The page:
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High-Energy Propellants and Advanced Propulsion 1952-1957

In the early 1950s, the Lewis laboratory expanded its efforts in the fields of high-energy propellants and nuclear propulsion while continuing to test new turbojet and ramjet engines.   

Two engineers crouching with clipboards inside a circular propellant test facility.
View into a PSL test chamber in October 1952.

Propulsion Systems Laboratory 

The Lewis laboratory needed new facilities to keep up with the unforeseen jet engine advancements. In the fall of 1952, the new Propulsion Systems Laboratory No. 1 and 2 (PSL) became the nation’s most powerful facility for testing full-scale engines at simulated flight altitudes. Engines for military aircraft, the Navaho Missile, and the Centaur rocket were tested in PSL’s test chambers. 

Man examining aircraft engine compressor.
A mechanic examines a five-stage transonic compressor for a Westinghouse J-34 engine.

Transonic Compressor

In the mid-1950s Lewis researchers designed a multi-stage transonic compressor to test their theory that compressors possess no inherent design limitations.  They surmised that performance could be continually increased with proper design methods.  The Lewis researchers successfully verified their findings by testing these transonic compressors in actual engines. 

Nighttime firing of an engine out of a test cell.
Firing of a 5000-pound thrust liquid hydrogen-liquid oxygen engine from Cell 22 of the Rocket Lab in early January 1955.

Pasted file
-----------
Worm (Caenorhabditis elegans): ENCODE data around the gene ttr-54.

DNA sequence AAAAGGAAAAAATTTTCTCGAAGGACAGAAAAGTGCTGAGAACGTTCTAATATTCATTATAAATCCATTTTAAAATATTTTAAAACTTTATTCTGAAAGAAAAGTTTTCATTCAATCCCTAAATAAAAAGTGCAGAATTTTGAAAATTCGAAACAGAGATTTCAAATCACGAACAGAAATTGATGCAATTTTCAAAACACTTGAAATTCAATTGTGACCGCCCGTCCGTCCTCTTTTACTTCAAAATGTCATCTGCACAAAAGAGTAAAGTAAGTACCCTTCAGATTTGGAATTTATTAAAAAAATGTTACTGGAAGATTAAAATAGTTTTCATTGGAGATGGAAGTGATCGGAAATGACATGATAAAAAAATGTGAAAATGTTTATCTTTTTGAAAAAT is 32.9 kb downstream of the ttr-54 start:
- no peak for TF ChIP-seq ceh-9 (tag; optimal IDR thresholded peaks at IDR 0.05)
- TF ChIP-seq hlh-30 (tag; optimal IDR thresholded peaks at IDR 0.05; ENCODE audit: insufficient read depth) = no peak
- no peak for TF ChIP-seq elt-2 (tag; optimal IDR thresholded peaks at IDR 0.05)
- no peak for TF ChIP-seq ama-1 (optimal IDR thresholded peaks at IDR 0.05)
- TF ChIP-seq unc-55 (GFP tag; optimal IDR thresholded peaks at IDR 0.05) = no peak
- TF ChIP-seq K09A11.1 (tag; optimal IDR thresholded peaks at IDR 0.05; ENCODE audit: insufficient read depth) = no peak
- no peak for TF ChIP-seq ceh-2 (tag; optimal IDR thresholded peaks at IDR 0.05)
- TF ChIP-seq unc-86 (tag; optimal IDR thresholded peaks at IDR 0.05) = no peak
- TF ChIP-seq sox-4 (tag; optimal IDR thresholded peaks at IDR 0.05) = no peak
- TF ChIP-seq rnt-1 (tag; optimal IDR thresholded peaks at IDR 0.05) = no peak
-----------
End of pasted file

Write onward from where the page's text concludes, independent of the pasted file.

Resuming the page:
Liquid Hydrogen Firing 

In the early 1950s the rocket group began testing high-energy propellants such as diborane, pentaborane, and hydrogen in rocket engines. The lab’s first successful liquid-hydrogen/liquid-oxygen engine firing took place on November 23, 1954. In the mid-1950s Lewis researchers increased their focus on liquid hydrogen as a potential fuel for both aircraft and missiles. 

Addison Rothrock, speaking from podium on a grandstand.
NACA official Addison Rothrock, speaks at the groundbreaking for the Plum Brook Reactor Facility in 1956.

Plum Brook Groundbreaking 

In September 1955, NACA and government officials broke ground for the NACA’s Plum Brook Reactor Facility on 500 acres of the 9,000-acre Plum Brook Ordnance Works. The center would lease another 2,600 acres in 1958, and took control of the entire property in 1963. 

Man standing with large jet engine in wind tunnel test section.
An NACA engineer next to a full-scale translating spike inlet for the B-58 Hustler in the 10×10 SWT (1956).

10-by 10-Foot Supersonic Wind Tunnel 

On May 22, 1956, the NACA dedicated its new 10-by 10-Foot Supersonic Wind Tunnel–the most powerful propulsion tunnel in the nation. That fall, the 10-by 10 performed a critical engine inlet test for the Convair B-58 Hustler. 

10-by 10 Testing of B-58 Inlet System   

B-57 bomber on tarmac with cockpit open.
Martin B–57B Canberra with wing tip fuel tanks used for an experimental liquid hydrogen fuel system, referred to as Project Bee

Liquid Hydrogen Aircraft

Following the early liquid hydrogen tests, Abe Silverstein and Eldon Hall wrote a report to predicted unparalleled performance of a hydrogen-powered aircraft. In 1955 Lewis engineers began converting a B-57B Canberra to operate on hydrogen. The first successful flights took place in early 1957.   

Two men in control room watching monitor.
A test engineer in the RETF control remotely monitors an engine firing in 1957.

Rocket Engine Test Facility 

The Rocket Engine Test Facility (RETF) became operational in the fall of 1957. The RETF was a significant upgrade to the Rocket Lab test cells. The facility contributed to the development of liquid hydrogen technology that powered the Centaur and Saturn upper stages.